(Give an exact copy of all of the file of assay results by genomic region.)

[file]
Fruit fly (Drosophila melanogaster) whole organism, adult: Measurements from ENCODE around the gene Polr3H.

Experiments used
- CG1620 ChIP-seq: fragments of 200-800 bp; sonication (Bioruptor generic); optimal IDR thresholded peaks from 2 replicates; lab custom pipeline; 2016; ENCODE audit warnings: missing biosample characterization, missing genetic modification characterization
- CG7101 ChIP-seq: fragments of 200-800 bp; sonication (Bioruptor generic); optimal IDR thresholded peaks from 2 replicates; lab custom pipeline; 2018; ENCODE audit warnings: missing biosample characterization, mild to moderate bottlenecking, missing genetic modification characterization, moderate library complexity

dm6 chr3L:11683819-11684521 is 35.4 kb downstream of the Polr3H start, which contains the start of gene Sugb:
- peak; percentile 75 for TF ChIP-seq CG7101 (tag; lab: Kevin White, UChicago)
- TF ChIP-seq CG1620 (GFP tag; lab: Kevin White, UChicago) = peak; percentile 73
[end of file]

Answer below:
Fruit fly (Drosophila melanogaster) whole organism, adult: Measurements from ENCODE around the gene Polr3H.

Experiments used
- CG1620 ChIP-seq: fragments of 200-800 bp; sonication (Bioruptor generic); optimal IDR thresholded peaks from 2 replicates; lab custom pipeline; 2016; ENCODE audit warnings: missing biosample characterization, missing genetic modification characterization
- CG7101 ChIP-seq: fragments of 200-800 bp; sonication (Bioruptor generic); optimal IDR thresholded peaks from 2 replicates; lab custom pipeline; 2018; ENCODE audit warnings: missing biosample characterization, mild to moderate bottlenecking, missing genetic modification characterization, moderate library complexity

dm6 chr3L:11683819-11684521 is 35.4 kb downstream of the Polr3H start, which contains the start of gene Sugb:
- peak; percentile 75 for TF ChIP-seq CG7101 (tag; lab: Kevin White, UChicago)
- TF ChIP-seq CG1620 (GFP tag; lab: Kevin White, UChicago) = peak; percentile 73